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Has anyone made a rainfall display? If so, how?

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I'm thinking about installing a rain device behind an exterior window. I'm pretty sure construction would be simple, and I'll describe here how I imagine doing it, but I wonder if I'm missing anything, if there are kinks I'd need to worry about, or if others have found better methods or ways to improve the effect.

I imagine mounting a rectangular plastic planting box, such as might go on a railing, under the window, and caulking up the drain holes. A pump would send the water up a PVC pipe to just above the window, where I'd install, I don't know, another similar planting box, or maybe a section of rain gutter. I suppose I'd just drill holes in the bottom, but I'm not sure if some sort of nozzles make the effect better. And what to do about their layout? Randomness, or even rows? How dense, so that I can still see the plants beyond? A bit over a foot beyond the window, and with its top just below it, is a chain-link fence, and I plan to hang another planter on that and fill it with some lush, large-leafed plants. And then, to lighting: I intended to place a spotlight above, to shine on the plants. Is the effect better when it shines only on the plants, not on the rain? Is green any better than white, or maybe blue for that mysterious vibe of artificial night (which should still make the green leaves stand out)? And last, I think a screen is in order in the lower reservoir, to prevent splash, but I've used screen door-type screen in a small fountain before, and the water bounces off it and splashes, too; is there a better way?

Advice from those who've tackled this sort of thing afore me is much appreciated. I know fountains well, but not so much this sort of thing.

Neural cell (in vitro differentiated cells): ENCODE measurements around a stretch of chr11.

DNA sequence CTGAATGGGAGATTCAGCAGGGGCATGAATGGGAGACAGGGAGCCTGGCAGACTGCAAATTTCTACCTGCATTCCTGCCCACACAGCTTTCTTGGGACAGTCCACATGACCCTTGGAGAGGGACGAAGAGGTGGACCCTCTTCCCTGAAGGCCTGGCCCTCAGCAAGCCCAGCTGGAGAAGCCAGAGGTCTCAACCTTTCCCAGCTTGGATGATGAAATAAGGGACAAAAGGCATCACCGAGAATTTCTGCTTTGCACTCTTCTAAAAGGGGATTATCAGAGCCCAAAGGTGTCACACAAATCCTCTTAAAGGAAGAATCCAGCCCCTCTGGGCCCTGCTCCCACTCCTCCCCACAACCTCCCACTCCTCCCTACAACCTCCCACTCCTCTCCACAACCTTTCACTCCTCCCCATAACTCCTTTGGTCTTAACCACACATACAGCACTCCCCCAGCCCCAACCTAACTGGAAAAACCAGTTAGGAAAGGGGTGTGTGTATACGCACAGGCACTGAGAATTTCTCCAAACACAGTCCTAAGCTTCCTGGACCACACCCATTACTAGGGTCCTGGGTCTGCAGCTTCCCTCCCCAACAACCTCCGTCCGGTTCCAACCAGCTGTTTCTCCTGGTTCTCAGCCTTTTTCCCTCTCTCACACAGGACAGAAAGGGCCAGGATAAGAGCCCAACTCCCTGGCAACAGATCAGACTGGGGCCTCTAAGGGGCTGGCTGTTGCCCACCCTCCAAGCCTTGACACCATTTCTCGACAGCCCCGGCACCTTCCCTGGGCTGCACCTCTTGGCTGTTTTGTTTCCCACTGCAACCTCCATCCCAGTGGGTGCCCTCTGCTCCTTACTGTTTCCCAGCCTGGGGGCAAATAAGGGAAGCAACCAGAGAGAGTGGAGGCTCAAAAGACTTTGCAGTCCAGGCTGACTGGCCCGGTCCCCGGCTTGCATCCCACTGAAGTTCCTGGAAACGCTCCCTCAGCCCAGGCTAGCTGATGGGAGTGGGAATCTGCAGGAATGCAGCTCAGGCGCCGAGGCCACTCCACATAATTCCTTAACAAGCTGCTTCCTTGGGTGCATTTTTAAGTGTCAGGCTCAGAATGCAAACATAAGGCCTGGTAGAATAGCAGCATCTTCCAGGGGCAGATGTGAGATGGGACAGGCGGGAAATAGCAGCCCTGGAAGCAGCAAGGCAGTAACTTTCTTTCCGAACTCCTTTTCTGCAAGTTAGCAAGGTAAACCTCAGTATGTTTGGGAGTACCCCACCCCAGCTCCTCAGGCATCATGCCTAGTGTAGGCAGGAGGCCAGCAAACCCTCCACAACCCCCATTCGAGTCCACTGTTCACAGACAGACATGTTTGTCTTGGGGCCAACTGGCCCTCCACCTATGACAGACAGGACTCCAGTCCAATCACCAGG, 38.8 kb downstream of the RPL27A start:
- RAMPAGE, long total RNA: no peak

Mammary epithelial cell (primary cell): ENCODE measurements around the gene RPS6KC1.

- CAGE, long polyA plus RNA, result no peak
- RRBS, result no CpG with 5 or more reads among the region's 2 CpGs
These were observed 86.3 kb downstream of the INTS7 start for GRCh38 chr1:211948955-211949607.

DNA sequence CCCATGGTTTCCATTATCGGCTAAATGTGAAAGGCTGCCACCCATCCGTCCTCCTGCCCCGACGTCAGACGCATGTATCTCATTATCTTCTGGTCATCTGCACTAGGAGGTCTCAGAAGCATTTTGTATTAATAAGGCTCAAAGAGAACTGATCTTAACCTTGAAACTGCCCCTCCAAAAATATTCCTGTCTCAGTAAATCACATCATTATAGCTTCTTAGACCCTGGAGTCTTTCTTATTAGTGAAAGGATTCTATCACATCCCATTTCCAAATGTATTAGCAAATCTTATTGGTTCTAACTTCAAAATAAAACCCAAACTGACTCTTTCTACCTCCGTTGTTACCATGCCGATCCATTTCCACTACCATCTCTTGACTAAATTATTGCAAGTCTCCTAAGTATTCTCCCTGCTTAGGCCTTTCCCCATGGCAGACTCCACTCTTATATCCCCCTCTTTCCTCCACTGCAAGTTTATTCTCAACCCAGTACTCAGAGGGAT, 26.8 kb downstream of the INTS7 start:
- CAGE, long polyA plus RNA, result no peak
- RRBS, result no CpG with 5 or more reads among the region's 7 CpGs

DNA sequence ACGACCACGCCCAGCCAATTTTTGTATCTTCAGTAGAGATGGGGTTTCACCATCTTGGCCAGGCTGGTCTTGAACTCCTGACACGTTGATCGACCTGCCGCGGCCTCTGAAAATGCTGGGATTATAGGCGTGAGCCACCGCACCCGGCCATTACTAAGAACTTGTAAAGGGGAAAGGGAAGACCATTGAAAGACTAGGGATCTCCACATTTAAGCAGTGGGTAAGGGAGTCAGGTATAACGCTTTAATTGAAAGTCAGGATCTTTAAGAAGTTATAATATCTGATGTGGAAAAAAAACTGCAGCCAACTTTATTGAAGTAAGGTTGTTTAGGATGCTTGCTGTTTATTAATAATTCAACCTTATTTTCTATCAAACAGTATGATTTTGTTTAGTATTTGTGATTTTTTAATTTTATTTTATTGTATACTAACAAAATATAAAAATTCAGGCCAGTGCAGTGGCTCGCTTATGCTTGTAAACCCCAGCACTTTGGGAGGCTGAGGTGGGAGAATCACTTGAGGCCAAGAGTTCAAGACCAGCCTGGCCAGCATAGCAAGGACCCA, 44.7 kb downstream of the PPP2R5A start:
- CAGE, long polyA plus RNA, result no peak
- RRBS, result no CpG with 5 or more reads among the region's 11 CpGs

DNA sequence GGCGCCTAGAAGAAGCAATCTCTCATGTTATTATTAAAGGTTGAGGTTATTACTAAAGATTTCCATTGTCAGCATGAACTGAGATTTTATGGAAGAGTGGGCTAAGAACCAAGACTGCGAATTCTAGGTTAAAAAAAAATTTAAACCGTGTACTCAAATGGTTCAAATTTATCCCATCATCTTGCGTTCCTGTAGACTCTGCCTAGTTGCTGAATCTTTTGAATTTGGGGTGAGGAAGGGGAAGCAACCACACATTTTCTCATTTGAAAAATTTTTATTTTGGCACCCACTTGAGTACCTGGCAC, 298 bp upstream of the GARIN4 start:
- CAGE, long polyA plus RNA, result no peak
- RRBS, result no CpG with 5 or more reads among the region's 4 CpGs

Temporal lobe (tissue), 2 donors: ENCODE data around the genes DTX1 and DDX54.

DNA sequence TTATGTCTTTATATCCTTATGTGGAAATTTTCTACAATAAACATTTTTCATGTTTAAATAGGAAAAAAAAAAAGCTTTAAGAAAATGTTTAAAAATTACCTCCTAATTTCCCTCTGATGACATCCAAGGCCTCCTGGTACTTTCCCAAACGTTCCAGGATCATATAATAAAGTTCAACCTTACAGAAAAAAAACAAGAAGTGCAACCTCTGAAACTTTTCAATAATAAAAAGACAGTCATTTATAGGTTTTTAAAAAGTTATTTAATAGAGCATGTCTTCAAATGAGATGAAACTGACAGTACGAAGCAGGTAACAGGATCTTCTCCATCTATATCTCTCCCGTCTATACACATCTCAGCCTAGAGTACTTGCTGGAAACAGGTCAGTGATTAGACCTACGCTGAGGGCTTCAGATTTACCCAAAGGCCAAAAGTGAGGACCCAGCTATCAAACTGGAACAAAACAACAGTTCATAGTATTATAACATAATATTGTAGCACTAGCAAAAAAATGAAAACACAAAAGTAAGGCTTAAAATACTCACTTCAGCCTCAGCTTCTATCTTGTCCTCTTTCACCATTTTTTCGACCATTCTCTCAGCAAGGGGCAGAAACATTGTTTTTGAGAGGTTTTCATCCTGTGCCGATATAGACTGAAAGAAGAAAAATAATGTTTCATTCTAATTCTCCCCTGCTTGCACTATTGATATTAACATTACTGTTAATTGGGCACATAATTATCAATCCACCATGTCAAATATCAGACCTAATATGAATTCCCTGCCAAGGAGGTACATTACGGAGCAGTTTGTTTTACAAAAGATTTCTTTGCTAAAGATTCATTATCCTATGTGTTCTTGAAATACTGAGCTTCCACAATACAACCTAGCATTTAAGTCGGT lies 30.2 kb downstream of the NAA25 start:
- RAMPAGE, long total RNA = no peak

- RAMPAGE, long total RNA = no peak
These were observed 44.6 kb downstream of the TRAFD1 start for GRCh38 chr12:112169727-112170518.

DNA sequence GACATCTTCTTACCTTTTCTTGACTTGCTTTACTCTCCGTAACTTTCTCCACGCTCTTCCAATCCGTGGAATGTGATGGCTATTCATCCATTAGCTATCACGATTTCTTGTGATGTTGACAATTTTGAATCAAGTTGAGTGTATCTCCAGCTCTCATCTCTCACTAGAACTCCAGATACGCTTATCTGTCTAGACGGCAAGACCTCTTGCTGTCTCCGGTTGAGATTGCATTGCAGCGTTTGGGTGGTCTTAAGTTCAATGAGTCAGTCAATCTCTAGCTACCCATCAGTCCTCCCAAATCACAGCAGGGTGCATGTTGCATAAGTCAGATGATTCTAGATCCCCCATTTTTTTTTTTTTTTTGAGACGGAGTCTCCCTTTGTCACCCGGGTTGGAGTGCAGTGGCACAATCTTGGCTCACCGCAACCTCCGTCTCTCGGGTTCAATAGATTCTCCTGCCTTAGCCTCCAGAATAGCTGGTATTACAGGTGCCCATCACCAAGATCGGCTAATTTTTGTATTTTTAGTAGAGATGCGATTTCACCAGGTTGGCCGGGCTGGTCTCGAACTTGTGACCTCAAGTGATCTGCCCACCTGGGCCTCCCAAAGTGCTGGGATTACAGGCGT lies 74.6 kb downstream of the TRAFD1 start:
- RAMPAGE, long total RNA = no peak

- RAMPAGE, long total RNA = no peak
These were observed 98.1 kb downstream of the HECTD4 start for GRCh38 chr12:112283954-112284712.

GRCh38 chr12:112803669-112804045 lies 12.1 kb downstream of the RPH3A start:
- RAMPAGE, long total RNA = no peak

I love the rain on the window like they have in the Molokai Bar at the Mai-Kai and the storm effects like thunder are really cool too but I don't have the proper window location to do one in my space. Hopefully someone who has built this type of system will give you a hand. Good Luck and show us pictures.


Thanks. I've seen that version, too (though not at the Mai Kai) where rain runs down the window itself, but cannot do that in my case.


I have yet to implement mine, but here's what I was/am going to do.

I bought a misting hose. It's meant to be put into an umbrella I guess and then attached to the hose and make cooling mist. Instead I'd attach it around the exterior of the window and carefully aim the nozzles/opening at the windows.

The water will be a waste, but it won't be on much and the mist is not a lot of water. We have 4 misters on the patio we use time to time already.

Getting the nozzles positioned will be the important part. But also, we're looking for the water on the window thing, not rain drops, to obscure the outdoors more. I'm not sure rain drops could be seen well.

The Mai-Kai also used to have an indoor rain storm. If you could make a faux thatch "roof" that's seen outside the window as though it is your roof overhanging and the water dripped off that, it would make a great effect. That's how it worked in the Mai-Kai. Would make the rain more visible as it dripped off the thatch.


There a ton of different ways to do this--- you can catch the rani and recirculate it with a water pump (on a smaller scale):


Look forward to seeing this happen!!!


I was going to make Molokai Bar-type rain windows for my tiki room and was thinking I'd use a gutter or something similar shaped but smaller attached to the bottom of the window to catch and recycle the water through the pump. Decided my window flashing might not be up to snuff so didn't do it.

If you are not going to have the rain run down the window, perhaps a possible splash fix may be to have the water hit a piece of metal that is steeply sloped and then run into the catch basin?

I would try both blue and green light aimed at the plants to see which you like best. If you're using low voltage lighting and you can't really see the bulb you can make diy light gels with colored cellophane. Blue seems more nocturnal maybe? Can you put any tiki torches out there? Look at pics of the Molokai's windows. To me the idea is to see the scene outside, but blurry through the rain. If you aim the lights at the rain I bet it obscures the view too much.

Guillermo del Toro created a rain room in his Los Angeles Bleak House by using the method below. He currently has an exhibit of some of his home decor at the Los Angeles County Museum of Art.
There are several different methods on youtube. Bamboo Ben has also created a rain window.

The first 2 pictures are from a Facebook post by MeduSirena Marina on her visit to the museum.

His rain window at home.

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